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Amicus is mentoring you want, when you want it.

Whether you want to get quick advice from someone who has come before you, or develop a long-term relationship with a trusted adviser, Amicus can help you tap into the experience of the HLS alumni community in the way that best suits you.

How long should each meeting be?

15 Minutes: For Discrete Questions


  • Targeted questions about a practice area
  • Seeking opinion on discrete career decision
  • Tips for a successful summer

30 Minutes: for a More Traditional Informational Interview


  • Clerkship advice
  • Interview advice
  • Navigating law school
  • Hear about career paths
  • Managing work-life balance
  • Starting your career off on the right foot
  • Learn more about a particular practice area

60 Minutes: for in-depth Discussion or Advice


  • Career planning
  • Discussion of diversity issues in the profession
  • Considerations for transitions between public and private sector
  • Managing work-life balance
  • Discussion of a particular legal market

How To Be Mentored

  1. Login to Amicus
  2. Update your Amicus profile and fill out the registration page
  3. You will be matched with a mentor in the Amicus system based on your interests and past work experience with a mentor with similar interests.
  4. When inviting a mentor to speak, you should: a. clearly articulate your goals for the mentoring relationship and b. the option you have chosen (15, 30 or 60 minutes) to the mentor.

    Sample Message:

    Dear Ms. Lynch:

    My name is Jane Doe, and I am a 1L at Harvard Law School. I wanted to thank you for your willingness to serve as a mentor. My goals for a mentoring relationship are to get advice on how to navigate the legal profession as a first generation law student and also on how to succeed in my job this summer. I would like to schedule a 30-minute meeting by phone or Skype if your schedule can accommodate that.Thank you and I look forward to hearing from you.

    Jane Doe

  5. Mentoring conversations can take place by video conferencing, messages through Amicus, email, phone, or in-person as mutually agreed upon by both parties.
  6. Students are responsible for “running” the calls or meetings and should be prepared with goals, expectations and questions. In order to be helpful, mentors need to know what you need and how they can be of help.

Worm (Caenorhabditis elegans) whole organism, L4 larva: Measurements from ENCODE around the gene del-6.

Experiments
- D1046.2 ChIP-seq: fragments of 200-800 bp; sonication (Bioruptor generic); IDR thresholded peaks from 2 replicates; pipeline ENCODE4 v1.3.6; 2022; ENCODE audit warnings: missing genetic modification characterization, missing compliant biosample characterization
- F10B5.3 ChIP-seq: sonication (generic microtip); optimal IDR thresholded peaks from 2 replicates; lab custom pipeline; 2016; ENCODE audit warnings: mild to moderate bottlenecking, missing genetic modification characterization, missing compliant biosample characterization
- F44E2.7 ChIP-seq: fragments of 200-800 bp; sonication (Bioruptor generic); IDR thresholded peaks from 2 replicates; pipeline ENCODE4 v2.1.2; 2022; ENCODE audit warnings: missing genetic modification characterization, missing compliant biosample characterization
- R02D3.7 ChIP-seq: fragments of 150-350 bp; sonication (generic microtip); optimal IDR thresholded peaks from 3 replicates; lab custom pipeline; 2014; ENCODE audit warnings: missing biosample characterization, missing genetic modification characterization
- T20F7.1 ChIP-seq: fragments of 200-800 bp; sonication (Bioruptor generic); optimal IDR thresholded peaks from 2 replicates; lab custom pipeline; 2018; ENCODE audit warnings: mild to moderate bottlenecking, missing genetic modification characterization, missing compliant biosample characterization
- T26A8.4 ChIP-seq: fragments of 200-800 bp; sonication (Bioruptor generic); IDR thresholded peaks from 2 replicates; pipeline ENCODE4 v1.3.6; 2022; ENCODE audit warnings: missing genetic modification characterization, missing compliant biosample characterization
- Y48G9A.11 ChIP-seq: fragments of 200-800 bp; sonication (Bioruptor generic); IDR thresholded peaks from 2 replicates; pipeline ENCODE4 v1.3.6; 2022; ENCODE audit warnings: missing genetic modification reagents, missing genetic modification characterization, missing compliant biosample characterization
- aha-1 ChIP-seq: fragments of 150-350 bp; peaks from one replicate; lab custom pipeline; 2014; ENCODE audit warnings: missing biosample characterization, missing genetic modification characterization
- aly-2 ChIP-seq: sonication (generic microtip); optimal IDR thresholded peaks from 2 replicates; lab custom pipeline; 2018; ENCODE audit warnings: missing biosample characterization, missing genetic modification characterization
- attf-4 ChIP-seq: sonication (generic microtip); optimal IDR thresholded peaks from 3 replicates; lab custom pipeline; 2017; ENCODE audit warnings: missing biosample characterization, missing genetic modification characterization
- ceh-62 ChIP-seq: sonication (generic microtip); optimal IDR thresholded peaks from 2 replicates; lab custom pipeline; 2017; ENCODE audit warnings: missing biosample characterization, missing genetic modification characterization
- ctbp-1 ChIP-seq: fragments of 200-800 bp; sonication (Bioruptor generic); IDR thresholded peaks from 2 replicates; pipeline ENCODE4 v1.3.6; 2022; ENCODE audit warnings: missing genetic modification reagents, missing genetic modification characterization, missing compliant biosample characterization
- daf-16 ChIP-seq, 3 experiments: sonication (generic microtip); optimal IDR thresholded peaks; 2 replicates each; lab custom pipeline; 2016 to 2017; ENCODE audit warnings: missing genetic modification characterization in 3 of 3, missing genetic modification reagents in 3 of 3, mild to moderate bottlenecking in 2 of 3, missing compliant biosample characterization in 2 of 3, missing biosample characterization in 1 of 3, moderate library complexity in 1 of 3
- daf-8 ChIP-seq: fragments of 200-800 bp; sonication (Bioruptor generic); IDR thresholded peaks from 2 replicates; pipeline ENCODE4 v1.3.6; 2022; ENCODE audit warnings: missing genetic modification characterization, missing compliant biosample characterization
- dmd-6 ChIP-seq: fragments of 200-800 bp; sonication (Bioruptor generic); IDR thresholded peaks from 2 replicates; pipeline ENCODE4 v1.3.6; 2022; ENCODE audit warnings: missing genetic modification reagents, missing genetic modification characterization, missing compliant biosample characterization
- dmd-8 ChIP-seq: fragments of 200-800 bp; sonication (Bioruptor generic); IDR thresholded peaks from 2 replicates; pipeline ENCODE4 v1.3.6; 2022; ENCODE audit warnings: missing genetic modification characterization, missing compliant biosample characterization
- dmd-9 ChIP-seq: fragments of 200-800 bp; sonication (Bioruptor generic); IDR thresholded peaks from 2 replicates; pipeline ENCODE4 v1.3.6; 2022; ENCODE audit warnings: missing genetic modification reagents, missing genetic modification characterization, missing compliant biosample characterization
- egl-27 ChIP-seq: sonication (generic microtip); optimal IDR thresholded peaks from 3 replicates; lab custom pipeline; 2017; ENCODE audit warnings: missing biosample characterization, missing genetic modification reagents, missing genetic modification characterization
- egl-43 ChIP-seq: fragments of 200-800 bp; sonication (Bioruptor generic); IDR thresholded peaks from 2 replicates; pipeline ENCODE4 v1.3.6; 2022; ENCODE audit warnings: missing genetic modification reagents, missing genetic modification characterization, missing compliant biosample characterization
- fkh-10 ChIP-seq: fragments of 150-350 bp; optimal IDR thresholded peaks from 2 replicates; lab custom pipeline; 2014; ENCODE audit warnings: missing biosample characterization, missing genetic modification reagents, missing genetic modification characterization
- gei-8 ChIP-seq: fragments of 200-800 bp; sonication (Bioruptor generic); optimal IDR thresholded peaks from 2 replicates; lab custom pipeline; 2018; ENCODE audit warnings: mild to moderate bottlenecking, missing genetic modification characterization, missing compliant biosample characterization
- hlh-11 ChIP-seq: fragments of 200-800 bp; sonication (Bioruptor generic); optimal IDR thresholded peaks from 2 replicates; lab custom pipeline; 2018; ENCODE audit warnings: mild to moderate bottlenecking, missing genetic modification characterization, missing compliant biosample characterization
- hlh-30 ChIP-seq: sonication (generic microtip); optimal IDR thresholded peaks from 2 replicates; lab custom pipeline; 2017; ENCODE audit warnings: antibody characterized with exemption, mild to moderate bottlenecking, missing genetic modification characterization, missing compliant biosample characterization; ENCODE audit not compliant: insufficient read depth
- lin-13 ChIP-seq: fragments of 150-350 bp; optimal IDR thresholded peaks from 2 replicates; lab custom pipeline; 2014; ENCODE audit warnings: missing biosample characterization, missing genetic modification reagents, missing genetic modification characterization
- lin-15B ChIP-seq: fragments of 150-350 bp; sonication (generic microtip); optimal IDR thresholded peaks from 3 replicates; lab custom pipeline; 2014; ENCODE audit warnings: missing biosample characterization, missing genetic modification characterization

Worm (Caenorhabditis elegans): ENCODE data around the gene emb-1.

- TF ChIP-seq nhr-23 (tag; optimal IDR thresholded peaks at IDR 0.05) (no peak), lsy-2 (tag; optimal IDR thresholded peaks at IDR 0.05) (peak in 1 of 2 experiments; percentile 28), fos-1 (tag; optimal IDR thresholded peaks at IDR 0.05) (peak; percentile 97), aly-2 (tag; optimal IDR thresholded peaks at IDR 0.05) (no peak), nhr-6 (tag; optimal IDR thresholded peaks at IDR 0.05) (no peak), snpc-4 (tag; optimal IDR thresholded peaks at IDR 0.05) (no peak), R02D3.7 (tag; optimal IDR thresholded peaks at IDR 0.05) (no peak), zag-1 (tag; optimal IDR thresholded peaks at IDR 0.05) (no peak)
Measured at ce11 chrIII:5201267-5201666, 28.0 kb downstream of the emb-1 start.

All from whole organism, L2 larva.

7. Students should be respectful of the mentors’ time and end the call as scheduled unless the mentor offers to extend the meeting.
  8. After the conversation, students should send a thank-you email to the Amicus mentor. If you hope to have an ongoing relationship with the mentor, indicate in the thank-you note a desire to speak again at some point if the mentor would be willing.
  9. Students are responsible for ongoing communication and management of the relationship. See OPIA’s Networking Tips page and/or OCS’ Networking & Informational Interviewing page.

Best Practices

  1. Follow all the Amicus Guiding Principles.
  2. Be flexible in scheduling (but you should not miss class) and be respectful of your mentor’s time and busy schedule.
  3. Be responsive and reply promptly to all mentor communications.
  4. Review your mentor’s Amicus profile and become familiar with their career path so you have a sense of their background and experiences.
  5. Send an agenda before the meeting clearly setting out what you hope to accomplish.
  6. Be on-time for meetings.
  7. Be respectful of your mentor’s experiences and perspectives and respect the boundaries set by your mentor.
  8. Be receptive to feedback.
  9. Keep perspective that while your mentor’s input is valuable, it is but one person’s advice. Advice on topics like resumes, interviews, and courses can vary by practice area, practice setting and personal preference.

Student Resources

Articles on Mentoring

Using Amicus

  1. Log in to Amicus
  2. Click on the “Mentoring” tab in the Amicus navigation bar
  3. Click on your mentor’s “View Profile” button to view their information
  4. Click on “send message” to send a message to your mentor